China is also preparing action, with reports that it is considering retaliation against US exports of soybeans and sorghum following the decision by the Trump administration in January to slap steep tariffs on washing machines and solar panels.
The chairman of the Japan Steel Information Centre, Tadaaki Yamaguchi, said the policy was “ill-advised and naïve.” He continued, “It will inevitably invite retaliation from America’s most reliable allies, ultimately hurting America’s non-manufacturing industries as well.”
Former International Monetary Fund economist and now Cornell University economics professor Eswar Prasad said the Trump moves “herald a declaration of open war on major trading partners and undercut the multilateral trading system.” This could lead to “a period of open and aggressive trade hostilities with some of America’s major trading partners” and undermine the rules of the WTO, which the US was instrumental in forming.
While the measures have the full backing of the steel and aluminium industries and are supported by the trade unions and sections of the Democratic party, opposition has been voiced both from within the Republican party and by industry groups that depend on cheaper imports of steel and aluminium.
The president of the National Foreign Trade Council, Rufus Yerxa, said: “These massive tariff hikes will raise costs for many crucial American industries—autos, machinery, construction, energy and many others. These are huge sectors, and the negative impact will far outweigh any benefits.”
Representatives of the car industry have warned that the tariff increases would lead to higher prices for consumers.
Roy Hardy, president of the Precision Metalforming Association, told the New York Times the tariffs would hit “the US manufacturing sector, and particularly downstream US steel and aluminium consuming companies,” and that companies using steel employ many times more Americans than the steel industry.
In his remarks to the Senate Finance Committee yesterday, the chairman of the Federal Reserve, Jerome Powell, did not comment directly, but said tariffs were “not the best approach” to handling trade problems.
Fears over the implications of the Trump administration measures were reflected on Wall Street, with the Dow Jones Industrial Average falling by 420 points—the third successive day of 300-plus point declines—along with significant falls in other indexes, wiping out virtually all of the gains of this year.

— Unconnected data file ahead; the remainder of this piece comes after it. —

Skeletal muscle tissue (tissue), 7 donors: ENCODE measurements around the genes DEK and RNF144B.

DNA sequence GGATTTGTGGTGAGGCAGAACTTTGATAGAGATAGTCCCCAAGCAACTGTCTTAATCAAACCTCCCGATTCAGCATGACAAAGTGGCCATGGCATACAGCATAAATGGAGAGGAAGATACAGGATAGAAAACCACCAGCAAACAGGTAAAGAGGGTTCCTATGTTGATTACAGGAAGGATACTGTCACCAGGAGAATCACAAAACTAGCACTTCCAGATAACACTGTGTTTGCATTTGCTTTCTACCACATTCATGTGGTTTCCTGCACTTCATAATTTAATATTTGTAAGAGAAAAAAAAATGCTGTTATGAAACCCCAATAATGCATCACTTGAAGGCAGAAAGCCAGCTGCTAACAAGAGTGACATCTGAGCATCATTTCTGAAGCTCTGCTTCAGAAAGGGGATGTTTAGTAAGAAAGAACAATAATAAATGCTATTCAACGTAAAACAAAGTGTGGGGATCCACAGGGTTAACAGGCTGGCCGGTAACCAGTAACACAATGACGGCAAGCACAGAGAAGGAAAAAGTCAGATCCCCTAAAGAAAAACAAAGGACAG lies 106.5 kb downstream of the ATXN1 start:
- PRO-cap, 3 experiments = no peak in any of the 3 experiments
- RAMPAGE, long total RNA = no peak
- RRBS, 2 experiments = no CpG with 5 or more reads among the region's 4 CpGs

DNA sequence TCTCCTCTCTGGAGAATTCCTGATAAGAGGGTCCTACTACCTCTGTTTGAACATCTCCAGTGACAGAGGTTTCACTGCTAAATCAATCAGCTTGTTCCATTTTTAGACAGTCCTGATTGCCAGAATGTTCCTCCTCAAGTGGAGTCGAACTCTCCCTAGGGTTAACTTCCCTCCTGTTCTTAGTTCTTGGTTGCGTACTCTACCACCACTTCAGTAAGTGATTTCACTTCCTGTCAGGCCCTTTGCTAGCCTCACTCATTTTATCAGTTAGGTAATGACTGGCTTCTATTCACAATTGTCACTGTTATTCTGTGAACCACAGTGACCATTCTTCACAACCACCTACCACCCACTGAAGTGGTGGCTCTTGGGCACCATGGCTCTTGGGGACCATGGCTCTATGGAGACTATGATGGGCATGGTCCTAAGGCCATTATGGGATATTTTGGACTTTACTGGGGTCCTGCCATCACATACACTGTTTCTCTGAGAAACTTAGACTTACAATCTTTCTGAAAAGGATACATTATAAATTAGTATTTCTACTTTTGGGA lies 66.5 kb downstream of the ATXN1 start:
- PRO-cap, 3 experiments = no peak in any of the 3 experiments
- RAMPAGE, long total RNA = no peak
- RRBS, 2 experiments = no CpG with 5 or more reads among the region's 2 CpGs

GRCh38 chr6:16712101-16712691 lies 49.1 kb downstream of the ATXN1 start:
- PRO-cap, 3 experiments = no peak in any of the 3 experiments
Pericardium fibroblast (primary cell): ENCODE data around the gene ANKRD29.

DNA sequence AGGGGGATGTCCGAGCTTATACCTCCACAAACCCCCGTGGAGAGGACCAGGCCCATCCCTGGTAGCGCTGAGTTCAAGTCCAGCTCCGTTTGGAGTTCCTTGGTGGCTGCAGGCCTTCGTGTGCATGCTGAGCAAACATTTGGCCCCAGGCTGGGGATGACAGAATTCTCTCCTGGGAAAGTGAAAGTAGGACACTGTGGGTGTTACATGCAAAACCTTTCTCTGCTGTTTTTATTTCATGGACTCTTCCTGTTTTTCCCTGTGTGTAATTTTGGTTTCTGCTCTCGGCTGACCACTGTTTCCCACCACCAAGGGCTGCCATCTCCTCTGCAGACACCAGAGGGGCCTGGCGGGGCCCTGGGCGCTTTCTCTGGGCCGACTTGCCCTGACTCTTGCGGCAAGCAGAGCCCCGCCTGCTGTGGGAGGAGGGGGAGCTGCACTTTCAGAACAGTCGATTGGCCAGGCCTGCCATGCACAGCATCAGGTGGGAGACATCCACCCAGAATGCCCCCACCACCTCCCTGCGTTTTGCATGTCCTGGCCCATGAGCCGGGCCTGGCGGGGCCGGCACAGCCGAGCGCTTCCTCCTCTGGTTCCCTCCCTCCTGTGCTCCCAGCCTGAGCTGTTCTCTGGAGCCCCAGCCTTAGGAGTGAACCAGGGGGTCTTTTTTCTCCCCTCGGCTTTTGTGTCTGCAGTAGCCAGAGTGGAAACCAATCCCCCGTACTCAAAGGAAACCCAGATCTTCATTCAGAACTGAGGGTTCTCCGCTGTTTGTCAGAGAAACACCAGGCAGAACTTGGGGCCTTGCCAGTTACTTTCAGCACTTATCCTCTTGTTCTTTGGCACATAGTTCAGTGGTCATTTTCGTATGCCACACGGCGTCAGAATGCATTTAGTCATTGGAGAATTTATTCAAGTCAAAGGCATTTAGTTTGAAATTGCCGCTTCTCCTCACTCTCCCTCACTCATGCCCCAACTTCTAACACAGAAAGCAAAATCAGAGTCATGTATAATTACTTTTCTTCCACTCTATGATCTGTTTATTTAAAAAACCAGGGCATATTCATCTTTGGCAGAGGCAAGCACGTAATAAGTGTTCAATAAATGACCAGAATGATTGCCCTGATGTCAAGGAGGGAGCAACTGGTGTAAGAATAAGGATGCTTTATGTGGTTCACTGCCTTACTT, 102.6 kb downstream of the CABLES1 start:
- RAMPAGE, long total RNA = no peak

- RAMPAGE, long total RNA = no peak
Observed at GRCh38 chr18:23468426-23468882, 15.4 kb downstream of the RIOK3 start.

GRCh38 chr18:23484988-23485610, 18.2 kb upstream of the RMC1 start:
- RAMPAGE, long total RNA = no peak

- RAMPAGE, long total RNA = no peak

In an expression of the mounting instability in the financial system, the first two days of losses this week were sparked by fears of rising interest rates. Yesterday’s decline appears to have been sparked by other concerns. It was accompanied by a move to safety, with the yield on 10-year Treasury bonds falling as investors increased their purchases of more secure financial assets.
The way in which the tariff decision was announced expressed the extreme instability of the Trump administration, which is beset by mounting pressures from the investigations into its Russia connections. According to reports, members of the administration were in the dark about what was going to take place, and just an hour before Trump made his remarks a White House spokesman said no announcement was expected that morning.
However, any conclusion that these measures and their far-reaching implications for geo-economic and strategic relations are simply the product of a chaotic and conflicted Trump White House would be a fundamental misreading of the situation. They are the outcome of the protracted decline of the US in relation to its old rivals and new challengers, which it is now attempting to reverse by lashing out against both its perceived enemies and nominal allies with economic and ultimately military measures.